What is at stake with marijuana legalization

(Carolyn Duff / The DePaulia)
(Carolyn Duff / The DePaulia)
(Carolyn Duff / The DePaulia)
(Carolyn Duff / The DePaulia)

Marijuana legalization seems to be more than just another issue for the millennial generation. By the way Barack Obama responded to the question of the drug’s legalization last month, it is clear that this issue weighs heavily on the minds of the younger population.

“Young people, I understand (legalization) is important to you,” President Obama said in an interview with Vice News. “But you should be thinking about climate change, the economy, jobs, war and peace. Maybe, way at the bottom, you should be thinking about marijuana.”

Clearly, Obama sees a hierarchy in the political agenda that isn’t lining up with his younger voters. But should this issue be given more saliency? A lot at stake with this drug’s potential legalization, which can often be overlooked due to the negative associations with the users of this drug.

There are two ways in which marijuana legalization is currently being suppressed as a serious issue. However, this is not to suggest that I am a strong proponent of legalization, as I see the arguments for both sides, but I do believe that legalization should be more seriously examined.

The failure of the War on Drugs as seen through increased incarcerations, combined with this drug’s implications for the health care industry, prove that marijuana legalization shouldn’t be pushed aside as an issue that can sit on the back burner of the political agenda.

The recreational use of marijuana has never had a positive reputation in American history. The drug was introduced after the Mexican Revolution in 1910 when “Mexican immigrants flooded into the U.S., introducing to American culture the recreational use of marijuana,” according to PBS. “Fear and prejudice about the Spanish-speaking newcomers became associated with marijuana.”

During the Great Depression, Americans began to link massive unemployment to Mexican immigrants, therefore associating a sense of fear with not only the immigrants themselves, but also with the perceived problem of their marijuana use.

This fear led to “a flurry of research which linked the use of marijuana with violence, crime and other socially deviant behaviors, primarily committed by ‘racially inferior’ or underclass communities.” PBS also reported, “by 1931, 29 states had outlawed marijuana.”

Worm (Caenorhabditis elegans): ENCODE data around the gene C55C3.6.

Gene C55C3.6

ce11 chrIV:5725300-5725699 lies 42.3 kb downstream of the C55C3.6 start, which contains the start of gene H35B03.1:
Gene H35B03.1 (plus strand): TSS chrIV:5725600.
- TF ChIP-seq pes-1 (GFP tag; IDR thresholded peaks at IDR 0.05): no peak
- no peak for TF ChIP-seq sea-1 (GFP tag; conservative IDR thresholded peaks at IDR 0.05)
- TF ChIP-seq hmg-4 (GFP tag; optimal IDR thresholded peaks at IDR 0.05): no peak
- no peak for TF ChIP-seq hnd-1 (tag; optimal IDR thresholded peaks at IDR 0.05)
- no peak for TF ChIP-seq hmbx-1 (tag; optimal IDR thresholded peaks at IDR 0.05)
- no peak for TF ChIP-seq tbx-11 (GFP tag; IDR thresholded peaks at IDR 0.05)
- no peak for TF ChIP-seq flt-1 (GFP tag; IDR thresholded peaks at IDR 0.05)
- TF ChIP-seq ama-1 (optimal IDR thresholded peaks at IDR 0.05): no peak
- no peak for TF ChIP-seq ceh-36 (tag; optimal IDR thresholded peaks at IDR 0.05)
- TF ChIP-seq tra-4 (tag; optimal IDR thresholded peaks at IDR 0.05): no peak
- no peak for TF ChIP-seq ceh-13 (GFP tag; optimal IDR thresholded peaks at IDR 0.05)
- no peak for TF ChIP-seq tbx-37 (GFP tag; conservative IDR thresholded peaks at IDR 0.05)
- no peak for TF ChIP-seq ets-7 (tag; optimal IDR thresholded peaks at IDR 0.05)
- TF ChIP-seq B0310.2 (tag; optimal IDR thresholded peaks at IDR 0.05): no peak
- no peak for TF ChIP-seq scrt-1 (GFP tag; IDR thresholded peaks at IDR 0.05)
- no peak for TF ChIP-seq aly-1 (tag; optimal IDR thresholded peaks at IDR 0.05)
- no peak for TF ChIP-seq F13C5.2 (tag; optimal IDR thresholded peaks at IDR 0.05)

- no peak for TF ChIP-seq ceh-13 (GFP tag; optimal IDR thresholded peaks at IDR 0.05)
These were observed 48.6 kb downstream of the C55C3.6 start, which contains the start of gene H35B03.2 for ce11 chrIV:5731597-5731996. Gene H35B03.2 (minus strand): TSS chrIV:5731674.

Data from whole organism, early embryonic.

Later in American history, the drug became associated with hippie culture and was also believed to be a gateway drug. Today, the stereotypes of recreational users generally   haven’t changed.

In the documentary “The Culture High,” which details “the arguments and agendas of both those who support and those who oppose the legalization of marijuana,” the failure of the War on Drugs is exposed. The precursor of today’s modern War on Drugs occurred under former president Richard Nixon.

“America’s public enemy No. 1 in the United States is drug abuse,” Nixon said in 1971 when he called for a national anti-drug policy at the state and federal level. According to the documentary, the Nixon administration knew “the enormous political benefit by declaring a war on drugs that can’t really fight back … they chose the incarceration route for political reasons and then were absolutely overwhelmed at the positive political benefits they received.”

The truth is that marijuana arrests generate money for the government. Mike Trace, the former Deputy UK Drug Czar, said, “One thing about a cannabis arrest is that it’s easy, it’s not dangerous, and it turns into a solved crime very quickly with very little paperwork.” With a surplus of cannabis arrests, it isn’t difficult to frame the numbers of arrests as a step in winning the War on Drugs.

Police are encouraged to go for the simpler targets to fill their arrest quotas. It’s easier to catch a user than it is a trafficker, When police are incentivized to arrest, it not only erodes the democratic system, but it enables unfair standards and harsh laws.

Politicians’ support of this conceptual war can be linked to political lobbyists. “Most states are just like mine of California,” said former Orange County Supreme Court Judge Jim Gray in the documentary. “The largest, strongest political lobbying group in our state is the prison guards’ union.”